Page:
Immune Boosting Herbs
With the coronavirus pandemic on most people’s minds, I wanted to explore the research on a few immune boosting herbs. If you’re interested in my thoughts directly on coronavirus treatment, you can read my previous article here. The herbs below are not intended to be coronavirus treatments, although they all may help in some types of infectious and/or inflammatory diseases.
While echinacea is a classic herb for boosting immune response, the research data is decidedly mixed. Some of the confusion may come from different species of plant that are used, including purpurea, pallida and angustifolia. In addition, studies have used different parts of the plants: roots, flowers, upper parts and whole plant.
A Cochrane Review (usually considered the gold standard) found evidence for no benefit with echinacea for treating colds directly. However, evidence suggests a modest 10-20% reduction in the incidence of colds with echinacea used for prevention (Karsch-Volk 2014). A more recent clinical trial using echinacea over 4 months for prevention and treatment of upper respiratory tract infections showed a reduced number of colds, reduced severity and reduced duration (Ross 2016). And the most recent review in 2019 found the same preventative effects for upper respiratory infections as the Cochrane review, around 20% (David 2019).
Immune stimulating and balancing effects have been shown in cellular and animal models for echinacea (Catanzaro 2018). Data on treating overactive immune responses and inflammatory conditions in humans is very preliminary. However, one clinical trial for autoimmune induced eye inflammation showed an impressive 87.5% stable or improved condition with echinacea treatment (Neri 2006).
While I have personally used echinacea, due to the mixed results it’s not necessarily my first choice. Still, some may benefit and certain preparations may work better than others. Side effects are typically mild, although allergies have been reported. There have been extremely rare cases of liver injury associated with echinacea, but with such widespread safe use, these cases are not definitive (LivTox 2019).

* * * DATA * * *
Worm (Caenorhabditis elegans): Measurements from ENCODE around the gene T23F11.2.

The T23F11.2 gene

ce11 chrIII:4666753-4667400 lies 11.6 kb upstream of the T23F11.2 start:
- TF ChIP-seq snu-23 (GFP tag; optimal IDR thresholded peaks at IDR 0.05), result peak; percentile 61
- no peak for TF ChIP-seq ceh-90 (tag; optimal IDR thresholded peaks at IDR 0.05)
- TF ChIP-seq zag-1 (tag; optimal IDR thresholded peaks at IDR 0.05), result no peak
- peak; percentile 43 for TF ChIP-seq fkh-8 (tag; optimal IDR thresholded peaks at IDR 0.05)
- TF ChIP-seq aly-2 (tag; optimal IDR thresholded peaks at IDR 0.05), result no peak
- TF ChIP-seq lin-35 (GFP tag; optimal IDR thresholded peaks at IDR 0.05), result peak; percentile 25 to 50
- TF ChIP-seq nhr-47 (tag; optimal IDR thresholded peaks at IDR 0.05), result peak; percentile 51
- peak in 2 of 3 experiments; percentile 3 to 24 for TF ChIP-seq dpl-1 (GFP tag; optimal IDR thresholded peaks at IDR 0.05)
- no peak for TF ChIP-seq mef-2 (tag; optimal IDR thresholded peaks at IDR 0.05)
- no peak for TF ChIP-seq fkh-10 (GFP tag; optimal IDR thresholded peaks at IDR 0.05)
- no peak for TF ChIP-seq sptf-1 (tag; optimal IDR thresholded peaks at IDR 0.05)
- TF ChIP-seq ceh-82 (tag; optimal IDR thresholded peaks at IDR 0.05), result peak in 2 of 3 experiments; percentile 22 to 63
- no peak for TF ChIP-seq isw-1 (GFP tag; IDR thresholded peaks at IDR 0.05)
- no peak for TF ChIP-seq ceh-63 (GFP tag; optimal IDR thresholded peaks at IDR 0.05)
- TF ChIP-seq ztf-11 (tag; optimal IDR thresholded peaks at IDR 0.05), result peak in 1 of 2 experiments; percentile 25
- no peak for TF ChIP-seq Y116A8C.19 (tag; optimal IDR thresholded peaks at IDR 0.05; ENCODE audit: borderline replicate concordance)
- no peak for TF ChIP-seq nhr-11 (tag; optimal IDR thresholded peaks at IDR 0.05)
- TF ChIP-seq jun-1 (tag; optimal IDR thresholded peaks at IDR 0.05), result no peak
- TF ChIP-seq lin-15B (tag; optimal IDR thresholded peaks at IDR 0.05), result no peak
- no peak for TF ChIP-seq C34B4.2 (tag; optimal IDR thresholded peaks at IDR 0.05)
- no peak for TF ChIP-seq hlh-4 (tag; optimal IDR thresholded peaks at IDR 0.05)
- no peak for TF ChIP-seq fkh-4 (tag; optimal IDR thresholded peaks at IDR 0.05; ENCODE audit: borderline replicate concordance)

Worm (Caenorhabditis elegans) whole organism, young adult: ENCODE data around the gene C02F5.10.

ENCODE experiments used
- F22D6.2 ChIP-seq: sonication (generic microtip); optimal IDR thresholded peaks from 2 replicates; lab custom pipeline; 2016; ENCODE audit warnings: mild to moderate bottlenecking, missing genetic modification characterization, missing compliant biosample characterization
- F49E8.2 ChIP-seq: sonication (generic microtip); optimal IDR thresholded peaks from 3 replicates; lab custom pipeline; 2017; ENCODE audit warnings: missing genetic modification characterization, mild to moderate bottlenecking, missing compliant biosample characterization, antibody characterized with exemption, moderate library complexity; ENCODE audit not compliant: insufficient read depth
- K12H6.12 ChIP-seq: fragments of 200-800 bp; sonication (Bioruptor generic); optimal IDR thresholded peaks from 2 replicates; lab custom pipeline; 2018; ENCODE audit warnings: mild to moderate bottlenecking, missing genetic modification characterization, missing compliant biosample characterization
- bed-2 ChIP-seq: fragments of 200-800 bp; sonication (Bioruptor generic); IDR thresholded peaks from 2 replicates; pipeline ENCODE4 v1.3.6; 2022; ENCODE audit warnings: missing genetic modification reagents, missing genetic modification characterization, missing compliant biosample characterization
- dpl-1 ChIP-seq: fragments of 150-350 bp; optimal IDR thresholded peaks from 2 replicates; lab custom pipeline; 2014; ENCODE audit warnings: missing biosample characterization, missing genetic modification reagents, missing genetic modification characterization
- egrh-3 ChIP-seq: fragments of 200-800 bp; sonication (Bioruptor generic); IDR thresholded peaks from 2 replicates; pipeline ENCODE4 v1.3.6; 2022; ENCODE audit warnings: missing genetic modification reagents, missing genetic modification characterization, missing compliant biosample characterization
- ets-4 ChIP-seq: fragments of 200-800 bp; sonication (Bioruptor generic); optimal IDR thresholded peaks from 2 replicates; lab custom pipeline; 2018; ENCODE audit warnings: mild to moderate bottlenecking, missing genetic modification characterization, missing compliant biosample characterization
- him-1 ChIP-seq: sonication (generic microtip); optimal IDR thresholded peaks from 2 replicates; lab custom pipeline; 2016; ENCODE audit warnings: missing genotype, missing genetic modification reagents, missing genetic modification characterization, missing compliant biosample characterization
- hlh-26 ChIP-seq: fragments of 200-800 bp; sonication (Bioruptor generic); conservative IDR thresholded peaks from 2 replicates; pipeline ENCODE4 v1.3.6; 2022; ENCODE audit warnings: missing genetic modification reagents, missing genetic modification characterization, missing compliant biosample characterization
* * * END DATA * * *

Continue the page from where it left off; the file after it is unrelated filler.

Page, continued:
Astragalus is a Chinese herb often used to support immune function. In preclinical studies, astragalus appears to increase immune signalling, white blood cell production along with having antibacterial and antiviral activities (Block 2003). Studies also show anti-inflammatory effects (Qi 2017). In addition, mouse studies show immune activation of both specific and non-specific immunity (Fu 2014). Improved vaccination response has also been documented in animals (Zhang 2017, Abdullahi 2016, Shan 2019).
Human studies suggest beneficial immune activation with astragalus (Brush 2006). A Chinese trial showed that high dose astragalus given intravenously decreased infections by approximately 80% in lupus nephritis, a type of kidney disease (Su 2007). These results really need replication to verify such a large benefit. A small review of two studies in children with nephrotic syndrome, another type of kidney disease, showed that oral astragalus almost halved the incidence of upper respiratory infections (Zou 2013). The authors stated that the quality of evidence is low, but still worth considering.
Astragalus does have some challenges for use. It’s usually taken in larger quantities and it tastes and smells unpleasant. At least the herb appears to be safe (Fu 2014). As more research is completed, we may better establish some of its immune enhancing potential in human diseases.
Black Seed (Black Cumin)
Nigella sativa, often called black seed or black cumin, is a revered herb from the Middle East. The black seeds contain a compound called thymoquinone that appears to have potential benefits. Preclinical data shows that black seed inhibits inflammatory pathways (Houghton 1995). Rat and mouse studies show significant anti-inflammatory effects as well (Majdalawieh 2015).
Data appears to indicate immunomodulatory effects or immune balancing effects from black seed. Animal studies on sinus infections showed benefits from black seed and its active constituent thymoquinone that were similar to antibiotic treatment (Yoruk 2017, Cingi 2011). Documented immune system effects include changes in white blood cell activity and antibody responses (Majdalawieh 2015).
In human infections, limited preliminary data appears to support benefits as well. In a human trial of patients with hepatitis C, significant reductions in viral load were noted with black seed (Barakat 2013). A trial on H. Pylori, the bacterium that causes stomach ulcers, showed a combination of honey and black seed was around 60% effective in clearing the infection (Hashem-Dabaghian 2016).
For autoimmune diseases, a study on rheumatoid arthritis showed modest improvement in symptoms with black seed oil (Gheita 2012). While data is very preliminary, black seed is typically well tolerated and has a long history of use as a spice.
Herbal approaches for enhancing and modulating immunity may hold promise in helping with some infectious and inflammatory diseases. As more research is completed on these herbs, we may eventually have additional safe options for helping treat these challenging conditions.